Accepting an offer of admission and enrolling in the school of your choice is the start of a thrilling new adventure.

It also typically comes as a welcome relief after what can be a high-pressure application process. But not everyone feels that way. What happens if you have committed to a school but find that you are no longer excited at the idea of attending? 

First of all, don’t panic. It’s normal to have the jitters after making a major commitment. Those second thoughts could be normal college anxiety, or they could indicate that the school you’ve selected isn’t the right fit for you. Below, experts weigh in on how to tell what your moments of doubt mean and what to do about them. 

Pause and Reflect

Before you make a decision to switch your acceptance to another school, take some time to explore your feelings. Emily Sowder, a high school counselor at Floyd Central High School in Indiana, explains that while nervousness or apprehension may be unsettling, these feelings are completely normal. However, if it’s something more and you think you might be making the wrong choice for yourself, look for red flags, such as a sense of dread about your decision or experiencing “a total change of pathway, such as a sudden interest in joining the military.”

“You aren’t signing a life-binding contract.”

– Caitlin Clemons

A desire to shift direction completely may be a signal that you want to abandon your current plan, so don’t rush into anything new. Instead, examine what’s pushing you away from one choice and toward another to help you understand what’s motivating you and to reach the best decision for yourself.

If you’re still unsure about what your second thoughts mean, Caitlin Clemons, a teen transition coordinator at Community Montessori in New Albany, Indiana, suggests that you ask yourself guided questions to help sort through your thoughts and emotions. 

Clemons recommends starting with the following questions: 

  • What is it about this school that makes you question your decision?
  • Has another school or program caught your eye?
  • How do you feel about leaving home right now?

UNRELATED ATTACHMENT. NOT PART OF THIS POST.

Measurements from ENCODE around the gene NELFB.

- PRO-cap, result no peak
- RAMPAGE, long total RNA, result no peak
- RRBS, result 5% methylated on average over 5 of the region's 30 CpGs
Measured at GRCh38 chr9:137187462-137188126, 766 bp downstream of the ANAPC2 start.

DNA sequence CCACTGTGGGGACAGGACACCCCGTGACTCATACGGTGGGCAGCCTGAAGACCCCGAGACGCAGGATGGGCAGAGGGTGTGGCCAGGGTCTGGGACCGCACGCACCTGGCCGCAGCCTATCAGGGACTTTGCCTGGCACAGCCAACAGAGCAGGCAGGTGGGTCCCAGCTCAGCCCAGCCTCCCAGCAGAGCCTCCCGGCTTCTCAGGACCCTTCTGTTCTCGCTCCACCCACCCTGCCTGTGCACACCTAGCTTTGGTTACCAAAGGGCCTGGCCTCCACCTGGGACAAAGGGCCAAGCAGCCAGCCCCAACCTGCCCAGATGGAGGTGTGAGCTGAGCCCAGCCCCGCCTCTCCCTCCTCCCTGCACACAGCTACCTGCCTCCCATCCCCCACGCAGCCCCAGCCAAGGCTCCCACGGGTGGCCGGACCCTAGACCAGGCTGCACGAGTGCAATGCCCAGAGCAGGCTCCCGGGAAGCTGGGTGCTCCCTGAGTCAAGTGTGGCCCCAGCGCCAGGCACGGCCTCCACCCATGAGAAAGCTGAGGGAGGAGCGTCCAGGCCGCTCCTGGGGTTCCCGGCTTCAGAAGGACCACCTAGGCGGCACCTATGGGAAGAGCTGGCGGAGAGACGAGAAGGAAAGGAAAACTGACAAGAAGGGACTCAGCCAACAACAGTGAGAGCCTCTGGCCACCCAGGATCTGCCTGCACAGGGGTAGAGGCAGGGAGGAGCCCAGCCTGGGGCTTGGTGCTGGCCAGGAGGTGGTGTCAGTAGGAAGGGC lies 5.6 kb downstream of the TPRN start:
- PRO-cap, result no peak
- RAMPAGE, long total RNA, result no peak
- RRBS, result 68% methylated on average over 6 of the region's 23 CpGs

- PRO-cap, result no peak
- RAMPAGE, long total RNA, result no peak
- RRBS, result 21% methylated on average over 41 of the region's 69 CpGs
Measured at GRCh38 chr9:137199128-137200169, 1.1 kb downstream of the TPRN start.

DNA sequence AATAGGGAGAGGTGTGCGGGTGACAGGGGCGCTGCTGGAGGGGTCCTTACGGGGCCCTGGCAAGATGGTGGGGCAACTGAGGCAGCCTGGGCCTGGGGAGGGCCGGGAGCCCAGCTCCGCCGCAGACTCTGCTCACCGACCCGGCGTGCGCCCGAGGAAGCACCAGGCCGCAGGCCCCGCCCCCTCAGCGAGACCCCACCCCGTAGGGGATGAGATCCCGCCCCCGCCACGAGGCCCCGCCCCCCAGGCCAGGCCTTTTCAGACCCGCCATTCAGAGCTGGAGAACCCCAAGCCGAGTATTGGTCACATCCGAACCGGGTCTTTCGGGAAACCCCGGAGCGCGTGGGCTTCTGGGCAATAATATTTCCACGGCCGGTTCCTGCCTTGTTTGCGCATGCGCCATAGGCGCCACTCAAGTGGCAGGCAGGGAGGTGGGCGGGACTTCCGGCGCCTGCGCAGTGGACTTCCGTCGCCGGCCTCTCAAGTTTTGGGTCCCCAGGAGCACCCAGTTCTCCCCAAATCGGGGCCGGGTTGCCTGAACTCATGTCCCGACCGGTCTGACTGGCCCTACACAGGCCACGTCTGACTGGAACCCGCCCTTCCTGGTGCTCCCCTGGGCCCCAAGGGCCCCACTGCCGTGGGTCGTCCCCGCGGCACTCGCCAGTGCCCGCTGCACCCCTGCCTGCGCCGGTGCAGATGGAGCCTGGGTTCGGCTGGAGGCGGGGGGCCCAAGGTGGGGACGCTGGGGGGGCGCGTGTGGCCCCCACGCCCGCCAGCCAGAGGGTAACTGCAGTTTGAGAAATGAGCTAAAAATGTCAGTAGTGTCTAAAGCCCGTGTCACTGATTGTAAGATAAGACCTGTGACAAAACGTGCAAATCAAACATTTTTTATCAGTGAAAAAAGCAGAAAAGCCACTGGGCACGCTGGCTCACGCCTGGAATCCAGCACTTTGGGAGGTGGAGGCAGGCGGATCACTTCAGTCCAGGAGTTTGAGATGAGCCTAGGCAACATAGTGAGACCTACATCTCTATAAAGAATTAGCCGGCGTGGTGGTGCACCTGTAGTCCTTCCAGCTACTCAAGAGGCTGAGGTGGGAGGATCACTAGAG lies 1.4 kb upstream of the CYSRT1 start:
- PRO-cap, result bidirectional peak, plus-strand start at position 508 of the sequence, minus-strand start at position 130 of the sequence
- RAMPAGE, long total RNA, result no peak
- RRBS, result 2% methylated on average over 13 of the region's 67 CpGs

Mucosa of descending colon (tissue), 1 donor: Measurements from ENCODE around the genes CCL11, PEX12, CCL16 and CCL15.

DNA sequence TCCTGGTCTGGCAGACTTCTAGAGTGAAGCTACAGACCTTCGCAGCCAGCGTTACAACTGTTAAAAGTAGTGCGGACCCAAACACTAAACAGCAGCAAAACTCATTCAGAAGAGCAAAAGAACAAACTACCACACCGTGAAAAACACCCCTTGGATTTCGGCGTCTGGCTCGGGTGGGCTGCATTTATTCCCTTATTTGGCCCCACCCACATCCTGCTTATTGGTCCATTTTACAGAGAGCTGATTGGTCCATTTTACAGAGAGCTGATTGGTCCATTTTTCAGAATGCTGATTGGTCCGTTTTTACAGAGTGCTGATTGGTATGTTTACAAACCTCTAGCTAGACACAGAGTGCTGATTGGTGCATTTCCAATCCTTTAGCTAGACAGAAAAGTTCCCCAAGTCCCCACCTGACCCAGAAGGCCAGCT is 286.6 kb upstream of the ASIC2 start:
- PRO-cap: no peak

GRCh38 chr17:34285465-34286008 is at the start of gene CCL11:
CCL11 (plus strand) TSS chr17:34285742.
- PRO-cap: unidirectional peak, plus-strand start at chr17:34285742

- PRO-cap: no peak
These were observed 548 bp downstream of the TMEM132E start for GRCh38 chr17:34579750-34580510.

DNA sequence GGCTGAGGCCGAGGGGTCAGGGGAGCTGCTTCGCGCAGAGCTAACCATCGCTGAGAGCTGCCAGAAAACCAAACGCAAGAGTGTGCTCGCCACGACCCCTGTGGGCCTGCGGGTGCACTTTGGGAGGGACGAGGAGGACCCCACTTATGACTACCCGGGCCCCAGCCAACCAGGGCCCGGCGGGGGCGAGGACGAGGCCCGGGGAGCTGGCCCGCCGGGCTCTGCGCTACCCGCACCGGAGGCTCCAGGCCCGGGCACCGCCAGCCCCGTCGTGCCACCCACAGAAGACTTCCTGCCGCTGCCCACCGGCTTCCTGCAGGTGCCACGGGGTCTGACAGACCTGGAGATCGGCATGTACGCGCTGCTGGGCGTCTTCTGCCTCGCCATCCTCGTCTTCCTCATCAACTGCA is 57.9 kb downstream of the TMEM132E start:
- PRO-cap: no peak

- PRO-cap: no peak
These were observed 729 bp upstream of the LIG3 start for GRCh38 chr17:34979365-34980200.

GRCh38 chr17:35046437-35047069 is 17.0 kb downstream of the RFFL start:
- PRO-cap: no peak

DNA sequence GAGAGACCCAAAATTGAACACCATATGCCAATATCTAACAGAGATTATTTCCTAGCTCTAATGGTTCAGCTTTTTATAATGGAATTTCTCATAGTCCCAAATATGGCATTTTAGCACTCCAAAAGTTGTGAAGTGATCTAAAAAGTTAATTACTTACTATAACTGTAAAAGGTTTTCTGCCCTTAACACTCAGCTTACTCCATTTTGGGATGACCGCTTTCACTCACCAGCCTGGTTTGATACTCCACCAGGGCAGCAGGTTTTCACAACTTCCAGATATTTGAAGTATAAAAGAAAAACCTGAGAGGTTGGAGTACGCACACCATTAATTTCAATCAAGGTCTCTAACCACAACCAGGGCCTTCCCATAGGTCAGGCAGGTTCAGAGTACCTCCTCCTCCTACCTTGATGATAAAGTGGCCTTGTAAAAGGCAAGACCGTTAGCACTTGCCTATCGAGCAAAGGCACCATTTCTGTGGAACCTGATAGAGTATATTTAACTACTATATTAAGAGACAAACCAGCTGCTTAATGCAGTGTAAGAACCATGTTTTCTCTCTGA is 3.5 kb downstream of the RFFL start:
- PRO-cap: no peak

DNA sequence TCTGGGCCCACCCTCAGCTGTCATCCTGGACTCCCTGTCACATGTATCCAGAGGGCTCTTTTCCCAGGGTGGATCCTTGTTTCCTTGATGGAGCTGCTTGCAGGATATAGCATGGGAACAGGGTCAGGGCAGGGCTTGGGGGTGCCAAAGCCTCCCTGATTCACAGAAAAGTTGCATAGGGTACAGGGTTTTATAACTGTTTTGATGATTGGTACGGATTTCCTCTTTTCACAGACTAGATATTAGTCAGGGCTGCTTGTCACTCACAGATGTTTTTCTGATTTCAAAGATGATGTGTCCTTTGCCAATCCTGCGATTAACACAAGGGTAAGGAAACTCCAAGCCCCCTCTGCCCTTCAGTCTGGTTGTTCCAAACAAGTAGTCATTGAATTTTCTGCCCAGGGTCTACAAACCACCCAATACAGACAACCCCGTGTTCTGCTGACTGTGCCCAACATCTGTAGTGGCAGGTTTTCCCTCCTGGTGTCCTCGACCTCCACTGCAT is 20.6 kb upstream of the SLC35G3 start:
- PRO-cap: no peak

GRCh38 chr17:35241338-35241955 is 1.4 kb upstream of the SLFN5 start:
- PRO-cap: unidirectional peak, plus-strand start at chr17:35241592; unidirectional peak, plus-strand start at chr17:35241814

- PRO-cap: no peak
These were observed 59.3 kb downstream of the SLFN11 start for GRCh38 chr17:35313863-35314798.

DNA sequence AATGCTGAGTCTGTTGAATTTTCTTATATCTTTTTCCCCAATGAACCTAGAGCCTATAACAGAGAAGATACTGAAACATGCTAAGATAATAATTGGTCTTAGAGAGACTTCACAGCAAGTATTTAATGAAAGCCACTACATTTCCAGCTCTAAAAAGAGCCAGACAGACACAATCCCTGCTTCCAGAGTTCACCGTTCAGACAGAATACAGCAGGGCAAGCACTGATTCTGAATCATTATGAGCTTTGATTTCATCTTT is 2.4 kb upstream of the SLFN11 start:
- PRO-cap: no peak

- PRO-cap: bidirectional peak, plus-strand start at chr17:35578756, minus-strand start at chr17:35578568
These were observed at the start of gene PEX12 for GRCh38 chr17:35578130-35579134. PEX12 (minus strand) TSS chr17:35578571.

These questions are designed to help you understand the reasoning behind your doubts so that you can craft an appropriate action plan. Write out your answers and then talk about them with a trusted adult, high school counselor or friend. These people can help you figure out whether you are simply nervous about entering a new life stage or you may need to rethink your college selection. 

Get Tactical 

If, after exploring what’s behind your feelings of hesitation, you determine that you need to make a change, revisit all of your options for next year, including the school where you’ve accepted admission, other admission offers, community college or taking a gap year. Sowder recommends making a list of pros and cons for each option, a strategy that will give you a concrete way to assess your choices and identify which route appeals the most to you. 

Another key step to addressing your concerns is to gather as much information as possible from the school where you’ve enrolled. Reach out to current and former students, professors in a program of interest and the admissions office to talk through all of your concerns. Making a personal connection at the school and gaining clarification can oftentimes change your outlook. 

Sowder also suggests visiting the campus or taking a virtual tour as part of your information-gathering process. 

If you do decide to make the switch, be aware of decision-making deadlines and any financial consequences. “If you’ve already submitted your decision to a school, you might lose an enrollment payment or housing deposit if you withdraw,” Clemons notes. 

Some schools continue to accept decisions beyond the first of May, which is National Decision Day, but deadlines can vary by institution or even by program. If you’re planning to withdraw from one school in favor of another, confirm that your new school of choice is open to late acceptances. 

Remember It’s Not Forever

While accepting your offer or admission is a commitment, it’s not forever. “You aren’t signing a life-binding contract,” Clemons says. “If you do choose to go ahead with the school and find it’s not the right fit, you can always transfer to a school that you feel better connects with you next semester.”

Reminding yourself that you’re not locked in and can use your first semester as a trial period can make the decision feel less daunting.

The reality is that there are many excellent choices when it comes to what to do after high school. No matter which you choose — attending the school where you’ve committed or taking a different path — there’s no single right decision. Ultimately, the best approach is to glean as much information as possible, carefully weigh your options and do what feels best for you.

 Interviews for this article were conducted in 2020.